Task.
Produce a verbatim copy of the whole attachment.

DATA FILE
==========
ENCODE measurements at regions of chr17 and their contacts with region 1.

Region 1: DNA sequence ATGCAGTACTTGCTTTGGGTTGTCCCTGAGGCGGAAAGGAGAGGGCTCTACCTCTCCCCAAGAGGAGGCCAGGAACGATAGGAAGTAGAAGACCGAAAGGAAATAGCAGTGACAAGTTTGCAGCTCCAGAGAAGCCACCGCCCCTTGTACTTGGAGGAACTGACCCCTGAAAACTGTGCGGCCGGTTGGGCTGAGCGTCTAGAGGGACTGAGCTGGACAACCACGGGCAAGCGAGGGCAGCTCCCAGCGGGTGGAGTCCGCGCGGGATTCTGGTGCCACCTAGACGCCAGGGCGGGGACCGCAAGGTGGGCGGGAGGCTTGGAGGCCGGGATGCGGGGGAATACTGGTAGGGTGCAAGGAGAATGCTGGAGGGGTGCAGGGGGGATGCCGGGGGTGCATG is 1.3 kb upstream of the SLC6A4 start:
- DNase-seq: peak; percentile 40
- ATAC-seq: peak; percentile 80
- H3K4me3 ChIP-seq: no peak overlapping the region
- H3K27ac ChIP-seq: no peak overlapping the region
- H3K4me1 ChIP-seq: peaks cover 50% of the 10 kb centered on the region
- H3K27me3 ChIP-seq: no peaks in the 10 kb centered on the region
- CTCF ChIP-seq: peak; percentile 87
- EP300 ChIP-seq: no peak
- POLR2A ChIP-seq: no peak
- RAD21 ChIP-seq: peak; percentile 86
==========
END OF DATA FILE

ENCODE measurements at regions of chr17 and their contacts with region 1.

Region 1: DNA sequence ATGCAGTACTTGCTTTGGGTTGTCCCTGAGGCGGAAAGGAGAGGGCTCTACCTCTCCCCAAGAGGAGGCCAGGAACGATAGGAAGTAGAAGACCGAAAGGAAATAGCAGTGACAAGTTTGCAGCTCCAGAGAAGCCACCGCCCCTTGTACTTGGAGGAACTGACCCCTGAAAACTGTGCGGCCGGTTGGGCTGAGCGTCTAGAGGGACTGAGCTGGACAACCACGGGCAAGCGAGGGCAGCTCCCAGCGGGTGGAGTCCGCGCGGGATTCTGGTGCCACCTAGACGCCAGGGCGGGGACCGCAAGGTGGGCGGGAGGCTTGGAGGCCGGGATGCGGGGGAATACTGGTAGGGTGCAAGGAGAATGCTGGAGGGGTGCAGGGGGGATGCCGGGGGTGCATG is 1.3 kb upstream of the SLC6A4 start:
- DNase-seq: peak; percentile 40
- ATAC-seq: peak; percentile 80
- H3K4me3 ChIP-seq: no peak overlapping the region
- H3K27ac ChIP-seq: no peak overlapping the region
- H3K4me1 ChIP-seq: peaks cover 50% of the 10 kb centered on the region
- H3K27me3 ChIP-seq: no peaks in the 10 kb centered on the region
- CTCF ChIP-seq: peak; percentile 87
- EP300 ChIP-seq: no peak
- POLR2A ChIP-seq: no peak
- RAD21 ChIP-seq: peak; percentile 86